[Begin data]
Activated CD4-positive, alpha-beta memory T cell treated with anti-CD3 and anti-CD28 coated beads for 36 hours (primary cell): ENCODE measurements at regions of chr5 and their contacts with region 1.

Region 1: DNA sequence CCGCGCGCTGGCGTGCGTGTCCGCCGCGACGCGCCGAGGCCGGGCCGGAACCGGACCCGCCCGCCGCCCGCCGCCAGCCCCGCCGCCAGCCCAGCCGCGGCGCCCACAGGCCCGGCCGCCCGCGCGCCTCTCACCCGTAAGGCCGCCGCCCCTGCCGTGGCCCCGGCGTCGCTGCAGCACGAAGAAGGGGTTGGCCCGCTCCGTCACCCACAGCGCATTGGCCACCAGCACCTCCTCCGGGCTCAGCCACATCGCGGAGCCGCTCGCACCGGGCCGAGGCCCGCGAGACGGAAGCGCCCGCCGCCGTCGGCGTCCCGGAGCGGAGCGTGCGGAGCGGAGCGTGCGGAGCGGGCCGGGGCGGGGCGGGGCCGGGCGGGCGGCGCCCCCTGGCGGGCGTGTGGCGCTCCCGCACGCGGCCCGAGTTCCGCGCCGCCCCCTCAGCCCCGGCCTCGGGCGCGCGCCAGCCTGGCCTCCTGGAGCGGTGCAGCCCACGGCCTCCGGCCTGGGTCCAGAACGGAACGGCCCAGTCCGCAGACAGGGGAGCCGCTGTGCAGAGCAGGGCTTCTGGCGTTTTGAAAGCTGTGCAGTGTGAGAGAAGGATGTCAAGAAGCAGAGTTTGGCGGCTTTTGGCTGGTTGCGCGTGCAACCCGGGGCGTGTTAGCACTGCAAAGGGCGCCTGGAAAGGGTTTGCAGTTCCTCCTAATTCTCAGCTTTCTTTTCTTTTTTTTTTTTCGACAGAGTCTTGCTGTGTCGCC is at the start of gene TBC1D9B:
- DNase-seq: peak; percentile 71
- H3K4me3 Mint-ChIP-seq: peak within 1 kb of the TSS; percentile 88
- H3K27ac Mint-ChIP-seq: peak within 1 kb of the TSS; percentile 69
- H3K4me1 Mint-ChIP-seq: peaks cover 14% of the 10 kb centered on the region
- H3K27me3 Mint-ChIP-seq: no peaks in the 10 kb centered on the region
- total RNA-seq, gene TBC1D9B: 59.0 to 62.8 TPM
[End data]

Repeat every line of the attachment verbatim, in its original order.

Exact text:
Activated CD4-positive, alpha-beta memory T cell treated with anti-CD3 and anti-CD28 coated beads for 36 hours (primary cell): ENCODE measurements at regions of chr5 and their contacts with region 1.

Region 1: DNA sequence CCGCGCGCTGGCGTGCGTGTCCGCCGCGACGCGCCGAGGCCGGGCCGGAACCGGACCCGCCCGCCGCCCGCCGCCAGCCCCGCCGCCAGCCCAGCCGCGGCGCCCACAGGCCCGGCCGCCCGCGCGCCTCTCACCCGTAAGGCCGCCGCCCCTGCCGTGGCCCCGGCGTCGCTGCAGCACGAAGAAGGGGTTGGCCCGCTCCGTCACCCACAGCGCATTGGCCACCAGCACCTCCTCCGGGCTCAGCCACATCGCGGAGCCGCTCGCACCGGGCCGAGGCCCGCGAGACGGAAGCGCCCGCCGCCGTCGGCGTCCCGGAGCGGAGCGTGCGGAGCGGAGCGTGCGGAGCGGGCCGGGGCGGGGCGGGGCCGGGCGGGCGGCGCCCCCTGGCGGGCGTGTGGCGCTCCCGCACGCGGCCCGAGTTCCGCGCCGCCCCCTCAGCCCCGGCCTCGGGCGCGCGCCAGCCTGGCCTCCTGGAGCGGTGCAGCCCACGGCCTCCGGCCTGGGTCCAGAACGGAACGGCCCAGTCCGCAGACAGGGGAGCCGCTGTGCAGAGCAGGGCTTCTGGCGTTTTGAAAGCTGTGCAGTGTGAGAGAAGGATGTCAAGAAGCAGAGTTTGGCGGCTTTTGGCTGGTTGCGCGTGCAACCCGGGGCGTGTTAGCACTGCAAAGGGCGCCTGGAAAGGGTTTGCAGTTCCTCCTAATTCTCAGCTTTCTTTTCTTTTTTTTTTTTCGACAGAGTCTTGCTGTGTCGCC is at the start of gene TBC1D9B:
- DNase-seq: peak; percentile 71
- H3K4me3 Mint-ChIP-seq: peak within 1 kb of the TSS; percentile 88
- H3K27ac Mint-ChIP-seq: peak within 1 kb of the TSS; percentile 69
- H3K4me1 Mint-ChIP-seq: peaks cover 14% of the 10 kb centered on the region
- H3K27me3 Mint-ChIP-seq: no peaks in the 10 kb centered on the region
- total RNA-seq, gene TBC1D9B: 59.0 to 62.8 TPM